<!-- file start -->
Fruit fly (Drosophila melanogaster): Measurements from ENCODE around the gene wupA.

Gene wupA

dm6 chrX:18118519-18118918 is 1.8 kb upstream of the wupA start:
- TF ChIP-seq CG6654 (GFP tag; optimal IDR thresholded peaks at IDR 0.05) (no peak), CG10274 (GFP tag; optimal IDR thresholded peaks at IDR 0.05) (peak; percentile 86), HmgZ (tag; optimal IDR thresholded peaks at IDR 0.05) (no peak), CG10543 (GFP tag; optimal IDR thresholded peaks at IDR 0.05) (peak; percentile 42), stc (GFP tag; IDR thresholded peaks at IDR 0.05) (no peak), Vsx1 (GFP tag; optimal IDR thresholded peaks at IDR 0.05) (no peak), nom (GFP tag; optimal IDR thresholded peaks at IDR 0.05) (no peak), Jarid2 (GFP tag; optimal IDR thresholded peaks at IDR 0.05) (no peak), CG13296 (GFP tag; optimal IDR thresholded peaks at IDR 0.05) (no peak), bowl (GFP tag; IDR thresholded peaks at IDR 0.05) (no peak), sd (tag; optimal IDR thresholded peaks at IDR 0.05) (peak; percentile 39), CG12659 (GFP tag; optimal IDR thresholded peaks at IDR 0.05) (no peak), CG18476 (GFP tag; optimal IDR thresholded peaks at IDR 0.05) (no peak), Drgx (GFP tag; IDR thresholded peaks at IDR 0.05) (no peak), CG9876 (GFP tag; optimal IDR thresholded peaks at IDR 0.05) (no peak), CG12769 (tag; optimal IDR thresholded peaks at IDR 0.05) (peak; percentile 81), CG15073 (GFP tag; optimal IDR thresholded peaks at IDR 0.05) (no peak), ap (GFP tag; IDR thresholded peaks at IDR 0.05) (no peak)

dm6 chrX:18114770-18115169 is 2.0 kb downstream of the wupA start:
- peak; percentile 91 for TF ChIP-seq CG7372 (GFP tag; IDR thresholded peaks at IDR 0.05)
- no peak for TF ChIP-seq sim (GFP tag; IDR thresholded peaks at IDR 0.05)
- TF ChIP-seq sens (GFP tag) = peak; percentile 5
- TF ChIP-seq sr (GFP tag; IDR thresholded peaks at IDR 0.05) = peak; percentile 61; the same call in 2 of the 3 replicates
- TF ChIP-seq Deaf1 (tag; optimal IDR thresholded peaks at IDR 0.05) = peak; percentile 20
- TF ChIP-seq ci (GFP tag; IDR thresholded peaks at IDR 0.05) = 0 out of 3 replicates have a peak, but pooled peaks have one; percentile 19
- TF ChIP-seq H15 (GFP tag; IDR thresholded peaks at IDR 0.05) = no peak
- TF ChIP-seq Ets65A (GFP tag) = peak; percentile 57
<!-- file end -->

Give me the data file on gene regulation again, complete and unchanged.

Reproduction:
Fruit fly (Drosophila melanogaster): Measurements from ENCODE around the gene wupA.

Gene wupA

dm6 chrX:18118519-18118918 is 1.8 kb upstream of the wupA start:
- TF ChIP-seq CG6654 (GFP tag; optimal IDR thresholded peaks at IDR 0.05) (no peak), CG10274 (GFP tag; optimal IDR thresholded peaks at IDR 0.05) (peak; percentile 86), HmgZ (tag; optimal IDR thresholded peaks at IDR 0.05) (no peak), CG10543 (GFP tag; optimal IDR thresholded peaks at IDR 0.05) (peak; percentile 42), stc (GFP tag; IDR thresholded peaks at IDR 0.05) (no peak), Vsx1 (GFP tag; optimal IDR thresholded peaks at IDR 0.05) (no peak), nom (GFP tag; optimal IDR thresholded peaks at IDR 0.05) (no peak), Jarid2 (GFP tag; optimal IDR thresholded peaks at IDR 0.05) (no peak), CG13296 (GFP tag; optimal IDR thresholded peaks at IDR 0.05) (no peak), bowl (GFP tag; IDR thresholded peaks at IDR 0.05) (no peak), sd (tag; optimal IDR thresholded peaks at IDR 0.05) (peak; percentile 39), CG12659 (GFP tag; optimal IDR thresholded peaks at IDR 0.05) (no peak), CG18476 (GFP tag; optimal IDR thresholded peaks at IDR 0.05) (no peak), Drgx (GFP tag; IDR thresholded peaks at IDR 0.05) (no peak), CG9876 (GFP tag; optimal IDR thresholded peaks at IDR 0.05) (no peak), CG12769 (tag; optimal IDR thresholded peaks at IDR 0.05) (peak; percentile 81), CG15073 (GFP tag; optimal IDR thresholded peaks at IDR 0.05) (no peak), ap (GFP tag; IDR thresholded peaks at IDR 0.05) (no peak)

dm6 chrX:18114770-18115169 is 2.0 kb downstream of the wupA start:
- peak; percentile 91 for TF ChIP-seq CG7372 (GFP tag; IDR thresholded peaks at IDR 0.05)
- no peak for TF ChIP-seq sim (GFP tag; IDR thresholded peaks at IDR 0.05)
- TF ChIP-seq sens (GFP tag) = peak; percentile 5
- TF ChIP-seq sr (GFP tag; IDR thresholded peaks at IDR 0.05) = peak; percentile 61; the same call in 2 of the 3 replicates
- TF ChIP-seq Deaf1 (tag; optimal IDR thresholded peaks at IDR 0.05) = peak; percentile 20
- TF ChIP-seq ci (GFP tag; IDR thresholded peaks at IDR 0.05) = 0 out of 3 replicates have a peak, but pooled peaks have one; percentile 19
- TF ChIP-seq H15 (GFP tag; IDR thresholded peaks at IDR 0.05) = no peak
- TF ChIP-seq Ets65A (GFP tag) = peak; percentile 57